I've spent quite a lot of time with SI's, both at the coalface as a consultant and as a customer. One thing that occurs to me with SI's is that not many make the most of their IP effort, and in turn, are not aware of the IP moneycycle. What's the IP moneycycle? It's the process of identifying IP, and then putting it through a process that converts it to money.
How do you convert IP to money as an SI? Well, there are two ways, you can back-license IP from customers for exclusive resale into non-competitive market segments, or you can license IP to internal business units and charge them for the use of that IP.
The other aspect of the IP moneycycle is the management of that cycle. See, most SI's like things easy. For example, while there might be some fantastic tax benefits or relief associated with converting IP to money, if it's too complicated, then most will not adopt. So the key is to create simple, pragmatic processes that enable people to identify and process IP effectively.
So again, let's flesh out the two processes I introduced above.
The back-license approach is really about saying, "Hey, we just did a bunk of work for a customer, and got a great outcome. Now how do we re-use that in a scalable way to make money?". This is not about sharing IP ownership (which is very messy and hard to control and exploit), it's about approaching a customer who owns the base IP outright, but are also wearing a huge TCO and looking for a great ROI and saying, "If you exclusively license your new shiny application to me for resale into non-competing markets, then I can make you royalty revenue, increasing your ROI and lowering your TCO!". That's a great conversation starter!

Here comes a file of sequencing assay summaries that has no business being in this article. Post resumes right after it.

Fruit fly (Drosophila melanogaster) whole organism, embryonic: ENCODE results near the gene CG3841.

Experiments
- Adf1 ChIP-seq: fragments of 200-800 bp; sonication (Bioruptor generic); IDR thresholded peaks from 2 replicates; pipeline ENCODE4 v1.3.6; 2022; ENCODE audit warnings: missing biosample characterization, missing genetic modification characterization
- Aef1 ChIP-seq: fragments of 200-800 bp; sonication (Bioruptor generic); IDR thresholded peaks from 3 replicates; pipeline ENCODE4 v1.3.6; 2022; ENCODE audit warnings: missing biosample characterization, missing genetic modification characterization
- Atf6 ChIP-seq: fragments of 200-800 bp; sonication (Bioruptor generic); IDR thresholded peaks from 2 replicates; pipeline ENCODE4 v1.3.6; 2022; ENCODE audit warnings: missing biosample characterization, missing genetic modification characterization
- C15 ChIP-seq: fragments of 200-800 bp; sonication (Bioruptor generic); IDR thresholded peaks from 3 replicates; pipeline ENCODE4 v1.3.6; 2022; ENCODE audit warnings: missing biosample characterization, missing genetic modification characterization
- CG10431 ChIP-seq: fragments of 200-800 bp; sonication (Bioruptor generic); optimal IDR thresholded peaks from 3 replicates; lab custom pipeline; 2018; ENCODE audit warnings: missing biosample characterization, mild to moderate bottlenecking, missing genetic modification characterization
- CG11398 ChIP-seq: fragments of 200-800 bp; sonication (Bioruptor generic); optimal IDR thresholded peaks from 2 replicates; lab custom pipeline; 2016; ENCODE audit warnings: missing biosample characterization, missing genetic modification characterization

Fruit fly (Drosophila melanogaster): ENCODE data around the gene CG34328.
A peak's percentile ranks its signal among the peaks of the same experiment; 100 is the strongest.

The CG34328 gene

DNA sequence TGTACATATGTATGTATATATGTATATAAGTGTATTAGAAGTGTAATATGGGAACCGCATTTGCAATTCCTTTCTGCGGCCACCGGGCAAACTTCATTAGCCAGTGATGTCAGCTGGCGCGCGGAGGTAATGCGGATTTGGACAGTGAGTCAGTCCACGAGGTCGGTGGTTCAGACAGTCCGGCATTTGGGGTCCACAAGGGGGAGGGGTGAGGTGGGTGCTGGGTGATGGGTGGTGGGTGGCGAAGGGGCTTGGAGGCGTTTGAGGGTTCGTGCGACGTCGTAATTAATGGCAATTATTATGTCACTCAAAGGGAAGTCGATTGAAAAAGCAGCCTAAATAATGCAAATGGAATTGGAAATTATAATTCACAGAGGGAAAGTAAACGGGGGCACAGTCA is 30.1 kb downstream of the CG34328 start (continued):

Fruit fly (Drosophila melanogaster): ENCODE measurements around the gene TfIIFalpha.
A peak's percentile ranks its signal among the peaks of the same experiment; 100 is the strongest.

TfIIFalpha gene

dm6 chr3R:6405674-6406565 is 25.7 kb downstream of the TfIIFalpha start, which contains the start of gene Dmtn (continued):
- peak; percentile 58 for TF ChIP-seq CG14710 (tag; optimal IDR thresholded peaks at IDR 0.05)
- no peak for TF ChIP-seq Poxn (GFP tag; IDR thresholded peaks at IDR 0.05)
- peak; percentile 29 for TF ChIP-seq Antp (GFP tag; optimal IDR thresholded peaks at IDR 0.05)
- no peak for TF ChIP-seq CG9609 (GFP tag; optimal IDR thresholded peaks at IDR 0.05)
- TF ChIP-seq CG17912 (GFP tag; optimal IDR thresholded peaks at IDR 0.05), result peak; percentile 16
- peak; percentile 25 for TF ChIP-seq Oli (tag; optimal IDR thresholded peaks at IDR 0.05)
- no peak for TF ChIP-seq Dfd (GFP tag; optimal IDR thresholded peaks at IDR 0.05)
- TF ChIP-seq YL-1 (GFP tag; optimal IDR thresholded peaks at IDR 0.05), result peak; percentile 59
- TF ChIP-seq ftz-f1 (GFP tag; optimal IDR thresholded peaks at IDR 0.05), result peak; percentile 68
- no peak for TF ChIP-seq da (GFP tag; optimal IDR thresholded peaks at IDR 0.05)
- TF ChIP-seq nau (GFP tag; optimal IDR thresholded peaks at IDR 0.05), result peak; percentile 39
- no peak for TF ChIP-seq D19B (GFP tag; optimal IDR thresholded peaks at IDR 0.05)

The second approach is aimed at internal technology practices who are always looking for ways to make their number. Now, most practices are doing individual effort, and at the core, some are duplicating effort. So let me give you an example. The Application Development practice has just developed a great set of web services for connecting to a large business platform, like SAP. Now, at the same time, the Business Solutions practice is about to start a big integration project, and are looking to develop a set of web services to connect to their customers SAP implementation. Now, the risk and cost of doing this is going to be high, and most probably will eat into their potential profits through MEE (man effort expense). If they could "license" the App Dev's technology for their project, and pay a lower MEE to the App Dev practice, then two wins occur, the App Dev practice now has a passive income stream into their number, and the Bus Solutions practice lowers their risk and MEE while increasing their profit margin for that area of work!
I see big things for this type of thinking from SI's looking to make more from their current efforts. I'm keen to hear from those in the SI space as to whether this sounds like it would fly within their organizations!